The concept of post-digitality is maturing beyond the romantic notion of returning to pre-digital craft. Florian Cramer (“What is ‘Post-digital’?”) acknowledges that this is indeed a component of post-digitality but, when taken alone, “seems little more than a rerun of the 19th-century Arts and Crafts movement, with its programme of handmade production as a means of resistance to encroaching industrialisation.” This “revival of ‘old’ media” and the corresponding “disenchantment with ‘digital’” are merely the starting points from which he builds a much more nuanced framework for future discourse on post-digitality. He describes the broader cultural context rather than dwelling on the new aesthetics or disciplines that are situated therein:
None of these terms—post-punk, post-communism, post-feminism, postcolonialism, post-apocalyptic—can be understood in a purely Hegelian sense of an inevitable linear progression of cultural and intellectual history. Rather, they describe more subtle cultural shifts and ongoing mutations. Postcolonialism does not in any way mean an end of colonialism (akin to Hegel’s and Fukuyama’s “end of history”), but rather its mutation into new power structures, less obvious but no less pervasive, which have a profound and lasting impact on languages and cultures, and most significantly continue to govern geopolitics and global production chains. In this sense, the post-digital condition is a post-apocalyptic one: the state of affairs after the initial upheaval caused by the computerisation and global digital networking of communication, technical infrastructures, markets and geopolitics.
Cramer delves into the elements that characterize post-digitality, first and foremost an attitude “against the universal machine,” followed by the “disruption brought upon by digital information technology has already occurred.” Then there’s the subsequent deconstruction of the teleology of “new-media” vocabulary and the hybridization that follows:
Consequently, ‘post-digital’ eradicates the distinction between ‘old’ and ‘new’ media, in theory as well as in practice… Young artists and designers choose media for their own particular material aesthetic qualities (including artefacts), regardless of whether these are a result of analog material properties or of digital processing.
Cramer is writing in A Peer-Reviewed Journal About (APRJA), whose mission itself is a statement on post-digital publishing:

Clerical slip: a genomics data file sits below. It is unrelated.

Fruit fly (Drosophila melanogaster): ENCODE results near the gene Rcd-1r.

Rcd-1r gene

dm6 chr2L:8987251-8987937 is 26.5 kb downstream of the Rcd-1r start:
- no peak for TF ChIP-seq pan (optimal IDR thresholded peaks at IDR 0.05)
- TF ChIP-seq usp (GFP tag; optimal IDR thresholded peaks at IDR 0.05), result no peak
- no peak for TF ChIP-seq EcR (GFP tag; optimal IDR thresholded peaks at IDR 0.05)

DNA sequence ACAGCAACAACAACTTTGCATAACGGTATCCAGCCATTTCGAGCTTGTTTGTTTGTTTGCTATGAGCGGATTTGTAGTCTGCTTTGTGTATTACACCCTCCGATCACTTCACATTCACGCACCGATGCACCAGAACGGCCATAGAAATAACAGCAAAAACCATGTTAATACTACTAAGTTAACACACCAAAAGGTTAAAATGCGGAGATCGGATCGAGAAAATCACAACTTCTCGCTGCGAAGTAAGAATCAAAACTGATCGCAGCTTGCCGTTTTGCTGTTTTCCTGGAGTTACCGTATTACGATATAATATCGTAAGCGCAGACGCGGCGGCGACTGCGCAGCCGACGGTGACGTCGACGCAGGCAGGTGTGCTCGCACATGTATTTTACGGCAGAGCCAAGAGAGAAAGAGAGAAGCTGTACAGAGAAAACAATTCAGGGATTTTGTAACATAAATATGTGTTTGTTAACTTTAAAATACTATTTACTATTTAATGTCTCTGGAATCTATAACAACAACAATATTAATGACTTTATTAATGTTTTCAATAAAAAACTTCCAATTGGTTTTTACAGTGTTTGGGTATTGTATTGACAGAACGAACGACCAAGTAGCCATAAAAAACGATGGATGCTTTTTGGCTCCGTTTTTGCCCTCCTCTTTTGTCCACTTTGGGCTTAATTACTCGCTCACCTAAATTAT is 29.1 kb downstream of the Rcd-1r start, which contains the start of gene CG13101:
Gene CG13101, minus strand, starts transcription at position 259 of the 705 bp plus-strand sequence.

As an open-access research journal, APRJA is freely available without charge to the user and his/her institution. Users are allowed to read, download, copy, distribute, print, search or link to the full text of the articles in this journal without asking prior permission to authors or the publisher (under a creative commons license).
APRJA seeks to publish new research that promotes a culture based on sharing, open distribution and the on-going exchange of ideas, but without losing sight of rigorous academic conventions of peer-reviewed publication.
Similar themes are found in the contemporary notion of metamodernism. Although the term was introduced by cultural theorists Robin van den Akker and Timotheus Vermeulen, artist Luke Turner has taken up the mantle as co-editor of the online publication Notes on Metamodernism, which demonstrates this perspective through writing from a variety of disciplines, from art to economics. Unlike the journal Post-Digital Culture, the extent to which Notes on Metamodernism can be taken seriously as a research project—as it claims to be—rather than a content farm to elevate the visibility of its founders, is uncertain. But this simultaneous affect of cynicism and earnestness is precisely the unstable, oscillatory mode that the neologism was created to highlight. Turner clarifies metamoderism’s relationship to postmodernism as such (“Metamodernism: A brief introduction” on Queen Mobs):
...rather than simply signalling a return to naïve modernist ideological positions, metamodernism considers that our era is characterised by an oscillation between aspects of both modernism and postmodernism. We see this manifest as a kind of informed naivety, a pragmatic idealism, a moderate fanaticism, oscillating between sincerity and irony, deconstruction and construction, apathy and affect, attempting to attain some sort of transcendent position, as if such a thing were within our grasp. The metamodern generation understands that we can be both ironic and sincere in the same moment; that one does not necessarily diminish the other.